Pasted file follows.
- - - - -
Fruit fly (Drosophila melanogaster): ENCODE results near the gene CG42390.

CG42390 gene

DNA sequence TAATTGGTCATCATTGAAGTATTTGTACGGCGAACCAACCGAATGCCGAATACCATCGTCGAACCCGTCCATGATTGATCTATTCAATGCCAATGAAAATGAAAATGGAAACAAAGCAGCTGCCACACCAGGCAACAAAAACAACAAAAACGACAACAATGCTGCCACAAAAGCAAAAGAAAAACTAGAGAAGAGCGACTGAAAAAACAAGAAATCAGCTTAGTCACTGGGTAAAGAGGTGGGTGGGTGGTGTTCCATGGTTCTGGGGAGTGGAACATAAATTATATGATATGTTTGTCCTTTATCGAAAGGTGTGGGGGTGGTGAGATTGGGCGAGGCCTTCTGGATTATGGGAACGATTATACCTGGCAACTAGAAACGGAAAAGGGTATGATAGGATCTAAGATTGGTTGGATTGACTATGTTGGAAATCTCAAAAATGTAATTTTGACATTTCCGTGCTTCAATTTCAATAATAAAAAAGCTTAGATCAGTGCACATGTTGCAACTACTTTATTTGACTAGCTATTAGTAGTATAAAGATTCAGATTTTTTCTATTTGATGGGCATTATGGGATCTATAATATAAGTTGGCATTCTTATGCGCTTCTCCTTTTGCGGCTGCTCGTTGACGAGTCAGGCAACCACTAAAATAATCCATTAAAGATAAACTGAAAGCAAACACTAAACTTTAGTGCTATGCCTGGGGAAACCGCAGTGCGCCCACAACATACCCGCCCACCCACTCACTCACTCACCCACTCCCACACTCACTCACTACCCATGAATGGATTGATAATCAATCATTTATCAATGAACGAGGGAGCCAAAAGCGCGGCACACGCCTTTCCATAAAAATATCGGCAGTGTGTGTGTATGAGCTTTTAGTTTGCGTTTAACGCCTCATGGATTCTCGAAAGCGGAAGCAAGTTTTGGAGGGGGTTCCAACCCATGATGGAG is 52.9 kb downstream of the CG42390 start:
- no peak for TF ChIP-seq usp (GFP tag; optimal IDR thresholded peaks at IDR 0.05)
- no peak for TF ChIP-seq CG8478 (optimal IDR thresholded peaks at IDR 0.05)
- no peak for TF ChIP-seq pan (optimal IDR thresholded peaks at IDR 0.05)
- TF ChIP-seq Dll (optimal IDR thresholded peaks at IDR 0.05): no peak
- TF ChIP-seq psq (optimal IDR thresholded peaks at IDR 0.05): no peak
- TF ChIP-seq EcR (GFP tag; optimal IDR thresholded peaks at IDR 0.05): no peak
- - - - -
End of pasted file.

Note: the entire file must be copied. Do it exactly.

Fruit fly (Drosophila melanogaster): ENCODE results near the gene CG42390.

CG42390 gene

DNA sequence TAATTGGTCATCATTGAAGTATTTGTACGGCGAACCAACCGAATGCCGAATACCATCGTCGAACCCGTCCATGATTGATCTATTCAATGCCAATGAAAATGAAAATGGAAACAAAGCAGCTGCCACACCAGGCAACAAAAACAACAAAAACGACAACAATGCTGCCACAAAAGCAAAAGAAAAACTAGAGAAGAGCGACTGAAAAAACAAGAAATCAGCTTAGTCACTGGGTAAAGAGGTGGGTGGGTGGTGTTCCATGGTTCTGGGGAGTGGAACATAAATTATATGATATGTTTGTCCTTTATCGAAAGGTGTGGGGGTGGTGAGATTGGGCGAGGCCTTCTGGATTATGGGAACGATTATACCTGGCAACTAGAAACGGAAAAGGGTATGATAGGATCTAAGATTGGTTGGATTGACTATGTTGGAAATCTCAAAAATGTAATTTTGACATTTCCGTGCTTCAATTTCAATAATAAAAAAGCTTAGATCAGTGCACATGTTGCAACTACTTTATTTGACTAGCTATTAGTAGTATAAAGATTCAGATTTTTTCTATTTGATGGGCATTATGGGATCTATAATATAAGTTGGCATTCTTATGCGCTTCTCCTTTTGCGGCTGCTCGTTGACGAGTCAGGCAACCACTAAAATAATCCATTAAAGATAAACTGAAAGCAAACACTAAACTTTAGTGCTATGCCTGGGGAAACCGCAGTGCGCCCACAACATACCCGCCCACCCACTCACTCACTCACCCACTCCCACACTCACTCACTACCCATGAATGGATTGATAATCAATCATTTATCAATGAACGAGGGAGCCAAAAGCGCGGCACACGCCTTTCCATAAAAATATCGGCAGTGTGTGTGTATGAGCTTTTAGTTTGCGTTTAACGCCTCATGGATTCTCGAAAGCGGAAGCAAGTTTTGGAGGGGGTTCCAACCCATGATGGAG is 52.9 kb downstream of the CG42390 start:
- no peak for TF ChIP-seq usp (GFP tag; optimal IDR thresholded peaks at IDR 0.05)
- no peak for TF ChIP-seq CG8478 (optimal IDR thresholded peaks at IDR 0.05)
- no peak for TF ChIP-seq pan (optimal IDR thresholded peaks at IDR 0.05)
- TF ChIP-seq Dll (optimal IDR thresholded peaks at IDR 0.05): no peak
- TF ChIP-seq psq (optimal IDR thresholded peaks at IDR 0.05): no peak
- TF ChIP-seq EcR (GFP tag; optimal IDR thresholded peaks at IDR 0.05): no peak